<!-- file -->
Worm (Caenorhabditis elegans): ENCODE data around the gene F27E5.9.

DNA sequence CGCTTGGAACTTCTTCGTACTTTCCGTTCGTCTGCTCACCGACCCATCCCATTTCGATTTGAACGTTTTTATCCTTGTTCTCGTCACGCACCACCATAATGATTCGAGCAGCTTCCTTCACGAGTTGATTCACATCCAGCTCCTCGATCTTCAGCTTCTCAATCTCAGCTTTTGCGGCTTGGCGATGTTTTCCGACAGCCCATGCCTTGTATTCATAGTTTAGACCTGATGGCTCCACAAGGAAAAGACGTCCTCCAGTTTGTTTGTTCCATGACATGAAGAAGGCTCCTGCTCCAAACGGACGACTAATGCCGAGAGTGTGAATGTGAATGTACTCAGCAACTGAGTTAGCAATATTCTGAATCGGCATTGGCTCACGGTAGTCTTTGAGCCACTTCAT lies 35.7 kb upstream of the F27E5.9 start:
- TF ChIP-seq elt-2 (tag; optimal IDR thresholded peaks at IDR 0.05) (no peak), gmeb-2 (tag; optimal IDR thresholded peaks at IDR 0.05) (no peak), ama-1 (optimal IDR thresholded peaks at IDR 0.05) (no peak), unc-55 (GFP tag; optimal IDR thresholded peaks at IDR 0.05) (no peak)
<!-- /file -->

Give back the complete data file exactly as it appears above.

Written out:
Worm (Caenorhabditis elegans): ENCODE data around the gene F27E5.9.

DNA sequence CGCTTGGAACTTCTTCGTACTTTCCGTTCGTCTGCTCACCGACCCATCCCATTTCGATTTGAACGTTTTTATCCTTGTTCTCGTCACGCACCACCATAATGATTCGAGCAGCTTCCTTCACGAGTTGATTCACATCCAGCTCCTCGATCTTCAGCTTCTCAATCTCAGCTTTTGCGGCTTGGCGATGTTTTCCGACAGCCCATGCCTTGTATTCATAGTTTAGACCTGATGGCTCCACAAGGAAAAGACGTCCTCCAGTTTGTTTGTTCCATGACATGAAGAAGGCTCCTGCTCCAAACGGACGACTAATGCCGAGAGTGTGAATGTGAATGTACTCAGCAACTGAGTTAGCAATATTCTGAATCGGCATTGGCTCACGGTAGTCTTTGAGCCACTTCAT lies 35.7 kb upstream of the F27E5.9 start:
- TF ChIP-seq elt-2 (tag; optimal IDR thresholded peaks at IDR 0.05) (no peak), gmeb-2 (tag; optimal IDR thresholded peaks at IDR 0.05) (no peak), ama-1 (optimal IDR thresholded peaks at IDR 0.05) (no peak), unc-55 (GFP tag; optimal IDR thresholded peaks at IDR 0.05) (no peak)